Galileo World Tour Recap

Galileo touched down in SF, NYC and London as part of the first 'world tour', meeting founders and investors around the world.
James Alexander
Aug 2022

Galileo touched down in SF, NYC and London as part of our first 'world tour', meeting founders and investors around the world.

My favourite part was hosting our first Galileo meetups in each city – we put the call out and stellar people, Aussies in tech and founders who had already applied to Galileo, rocked up to say hello.

For Galileo we want to invest in the best emerging founders, wherever they may be, and this is just the start of us building our global community and network.

Galileo Partner, James Alexander, on tour at our first global meetups.

Who did you meet?

I met with the world's top venture investors from the largest funds, some with more than $10b under management such as A16Z and Insight, and a few up-and-coming funds such as 20VC across US, Europe and Singapore.

What is the vibe?

Venture investors are generally relieved that we’ve gone back to some level of normality with valuations coming down from 2021. Some investors were investing at a speed that they had never experienced before, such as 2+ new investments per week in 2021!

All that has changed in 2022 with all investors I spoke to slowing down in deploying new money as we ‘wait and see’ what happens in public markets and the wider economy. Some of the investors were now making at most 1 new investment per month if not less. 

America is feeling inflation far more than Australia. Cost of living is up, rents have doubled in some cities, everyday goods and groceries are up, for example it costs A$10 for a decent coffee in SF. The question I have is whether this inflation hit will come to Australia by the end of the year or will we be somewhat sheltered from it like the GFC?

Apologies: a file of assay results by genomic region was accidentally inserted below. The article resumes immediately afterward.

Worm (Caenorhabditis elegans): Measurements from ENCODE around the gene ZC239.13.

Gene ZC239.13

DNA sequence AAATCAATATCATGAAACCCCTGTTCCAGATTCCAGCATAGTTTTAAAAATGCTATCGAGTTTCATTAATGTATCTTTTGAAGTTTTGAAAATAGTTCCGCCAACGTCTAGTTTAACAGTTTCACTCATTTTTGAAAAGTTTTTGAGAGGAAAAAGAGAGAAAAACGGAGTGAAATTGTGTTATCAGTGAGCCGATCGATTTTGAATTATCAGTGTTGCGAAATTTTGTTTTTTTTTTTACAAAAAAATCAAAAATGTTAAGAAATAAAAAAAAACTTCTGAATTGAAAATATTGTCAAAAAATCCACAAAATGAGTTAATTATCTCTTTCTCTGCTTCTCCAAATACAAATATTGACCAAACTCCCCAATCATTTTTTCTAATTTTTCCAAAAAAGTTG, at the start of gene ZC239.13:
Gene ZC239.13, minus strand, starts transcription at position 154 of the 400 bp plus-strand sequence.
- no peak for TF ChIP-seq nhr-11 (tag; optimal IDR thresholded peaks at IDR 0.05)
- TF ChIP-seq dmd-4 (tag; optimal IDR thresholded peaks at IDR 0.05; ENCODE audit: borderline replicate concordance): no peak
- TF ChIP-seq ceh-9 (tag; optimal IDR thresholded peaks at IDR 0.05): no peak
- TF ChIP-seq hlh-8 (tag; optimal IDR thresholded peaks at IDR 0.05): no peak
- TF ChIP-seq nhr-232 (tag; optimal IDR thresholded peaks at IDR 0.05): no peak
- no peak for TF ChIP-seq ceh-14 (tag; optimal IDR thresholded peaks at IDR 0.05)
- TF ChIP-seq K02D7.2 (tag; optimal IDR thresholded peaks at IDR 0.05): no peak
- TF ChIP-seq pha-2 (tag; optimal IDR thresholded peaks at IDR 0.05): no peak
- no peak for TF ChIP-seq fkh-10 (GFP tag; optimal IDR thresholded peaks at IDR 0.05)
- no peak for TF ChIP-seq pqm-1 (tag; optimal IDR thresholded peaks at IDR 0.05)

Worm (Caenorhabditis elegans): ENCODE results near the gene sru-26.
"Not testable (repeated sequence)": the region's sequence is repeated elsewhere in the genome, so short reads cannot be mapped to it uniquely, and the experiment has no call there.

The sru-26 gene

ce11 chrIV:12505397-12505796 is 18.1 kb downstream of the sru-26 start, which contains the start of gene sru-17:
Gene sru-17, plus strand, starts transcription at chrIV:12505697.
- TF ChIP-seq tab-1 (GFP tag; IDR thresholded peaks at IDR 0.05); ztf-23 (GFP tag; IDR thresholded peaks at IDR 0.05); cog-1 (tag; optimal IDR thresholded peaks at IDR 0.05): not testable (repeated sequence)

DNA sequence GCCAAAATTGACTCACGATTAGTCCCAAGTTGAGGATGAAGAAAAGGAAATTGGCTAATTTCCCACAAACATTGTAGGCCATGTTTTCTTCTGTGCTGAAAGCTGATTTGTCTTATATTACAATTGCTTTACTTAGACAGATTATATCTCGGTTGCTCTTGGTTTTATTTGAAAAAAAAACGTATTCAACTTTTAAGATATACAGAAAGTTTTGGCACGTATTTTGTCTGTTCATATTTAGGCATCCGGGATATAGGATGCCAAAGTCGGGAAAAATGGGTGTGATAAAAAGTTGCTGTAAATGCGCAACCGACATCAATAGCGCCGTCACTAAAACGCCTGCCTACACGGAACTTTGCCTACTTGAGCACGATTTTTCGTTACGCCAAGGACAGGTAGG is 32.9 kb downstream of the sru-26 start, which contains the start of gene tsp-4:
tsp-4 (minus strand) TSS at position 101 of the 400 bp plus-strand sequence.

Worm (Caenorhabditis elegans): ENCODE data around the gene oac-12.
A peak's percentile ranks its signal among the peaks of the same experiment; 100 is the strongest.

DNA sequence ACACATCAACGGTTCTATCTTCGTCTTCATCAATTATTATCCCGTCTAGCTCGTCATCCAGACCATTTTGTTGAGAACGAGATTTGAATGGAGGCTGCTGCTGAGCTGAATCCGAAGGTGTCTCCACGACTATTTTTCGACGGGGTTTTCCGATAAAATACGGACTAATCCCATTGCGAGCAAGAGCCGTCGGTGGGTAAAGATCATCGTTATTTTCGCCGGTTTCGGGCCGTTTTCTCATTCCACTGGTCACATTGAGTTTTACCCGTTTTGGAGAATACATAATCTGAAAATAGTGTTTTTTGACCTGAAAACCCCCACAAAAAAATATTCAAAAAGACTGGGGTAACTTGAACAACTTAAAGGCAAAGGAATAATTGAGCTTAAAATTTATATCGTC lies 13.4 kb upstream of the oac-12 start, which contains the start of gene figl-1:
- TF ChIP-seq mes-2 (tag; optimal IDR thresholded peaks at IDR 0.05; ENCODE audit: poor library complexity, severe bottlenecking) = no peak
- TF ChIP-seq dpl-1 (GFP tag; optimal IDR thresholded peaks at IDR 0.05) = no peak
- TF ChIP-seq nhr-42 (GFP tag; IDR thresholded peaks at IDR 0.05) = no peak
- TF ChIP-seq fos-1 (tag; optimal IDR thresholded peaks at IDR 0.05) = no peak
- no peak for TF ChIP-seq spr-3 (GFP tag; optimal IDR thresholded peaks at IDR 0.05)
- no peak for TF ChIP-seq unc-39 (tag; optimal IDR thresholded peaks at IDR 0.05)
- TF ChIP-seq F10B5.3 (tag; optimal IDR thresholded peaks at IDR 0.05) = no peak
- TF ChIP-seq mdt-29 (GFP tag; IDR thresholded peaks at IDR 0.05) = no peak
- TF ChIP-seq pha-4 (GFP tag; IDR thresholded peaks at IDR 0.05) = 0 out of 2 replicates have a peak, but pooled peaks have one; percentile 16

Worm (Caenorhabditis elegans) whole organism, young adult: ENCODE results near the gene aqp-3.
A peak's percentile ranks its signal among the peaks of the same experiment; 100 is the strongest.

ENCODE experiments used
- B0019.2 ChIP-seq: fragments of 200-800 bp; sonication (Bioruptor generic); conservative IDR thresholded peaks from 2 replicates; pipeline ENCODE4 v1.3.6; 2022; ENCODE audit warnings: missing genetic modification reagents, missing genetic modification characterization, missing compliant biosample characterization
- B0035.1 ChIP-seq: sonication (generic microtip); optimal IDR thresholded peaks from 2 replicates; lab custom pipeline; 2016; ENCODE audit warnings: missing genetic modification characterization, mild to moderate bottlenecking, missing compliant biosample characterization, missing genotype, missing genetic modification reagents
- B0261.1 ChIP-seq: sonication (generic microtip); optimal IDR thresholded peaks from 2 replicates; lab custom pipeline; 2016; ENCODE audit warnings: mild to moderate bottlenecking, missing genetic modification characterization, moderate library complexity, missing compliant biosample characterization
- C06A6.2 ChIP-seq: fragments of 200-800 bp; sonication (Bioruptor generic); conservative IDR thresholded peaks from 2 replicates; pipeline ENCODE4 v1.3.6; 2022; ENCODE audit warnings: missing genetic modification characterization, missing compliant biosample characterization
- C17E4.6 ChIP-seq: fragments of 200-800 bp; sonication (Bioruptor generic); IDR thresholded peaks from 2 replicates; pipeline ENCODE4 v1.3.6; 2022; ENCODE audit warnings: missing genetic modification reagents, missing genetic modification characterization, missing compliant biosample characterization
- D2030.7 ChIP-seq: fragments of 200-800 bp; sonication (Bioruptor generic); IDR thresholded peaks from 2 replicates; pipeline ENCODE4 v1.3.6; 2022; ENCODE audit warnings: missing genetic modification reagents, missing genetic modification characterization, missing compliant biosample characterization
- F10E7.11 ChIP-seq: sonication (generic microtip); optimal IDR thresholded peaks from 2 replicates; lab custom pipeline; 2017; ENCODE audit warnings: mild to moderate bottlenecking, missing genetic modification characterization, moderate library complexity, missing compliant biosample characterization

For their portfolios what this means is VC’s are telling founders not to raise right now unless they have to or if they ‘don't need the money’. For example, if you have a strong business model that is growing and you don’t really need the money, a lot of investors will want to give you money. If you’ve raised Series A+ and have high burn, such as a big headcount, and losing money with no path to profitability then you need to slash burn, and probably let people go to extend your runway as you are unlikely to get favourable terms. The common feedback I'm hearing in the US is to have runway for 2 up to 5 years!

To put some numbers on this, over 65,00 tech workers lost their job in 2022, mostly from larger growth businesses that grew too fast last year. Consumer and creator startups are probably feeling it more than B2B SaaS, as businesses are still buying and purchasing software, with hundreds of layoffs and far less funding than in 2021 in the US. But even B2B companies are feeling the valuation crunch in public markets affecting their next round ambitions. Just look at Canva’s recent write-down by all their investors.

What does this mean for (Aussie) founders? 

VCs are still investing. If you’re in the early stages and have a compelling business, strong technology and competitive advantage and a potentially strong business model you’ll still raise money. But the terms won't be as good as last year. 

The cynic might say that a lot of ‘VC doomspeak’ is self-serving as we get to set the valuations, not founders. On the other hand if you can never get the 100x valuation multiple in public markets ever again, then a lot of our models for B2B SaaS break down as they become a ‘more normal’ style of business model. Perhaps public markets no longer see them as the unicorns they once were?

This also means some VCs are hunting for new opportunities in new markets where the tech edge might create monster new businesses and win out over traditional incumbents. B2B SaaS is not quite as hot as it used to be (but still very appealing). Deep-tech, hardware+software products, and AI are all still hot and getting hotter.

What did you hear?

  1. VCs investing globally is the new norm. No longer are VCs as defined by country borders with investors hunting for opportunities wherever they may lie. 
  2. Overheard: ‘I love Aussie businesses, the founders are often more prepared and diligent, and more capital efficient than US companies’
  3. VC is becoming BIG business with 400+ staff, multiple strategies and services, global reach 
  4. OH: “Bridge rounds everywhere!”...or sometimes called ‘seed-extension’
  5. OH: “No more growth rounds!”

About the Author
Co-founder and Partner at Galileo Ventures. 'Millennial VC' creating the leading fund for the world's best emerging founders.

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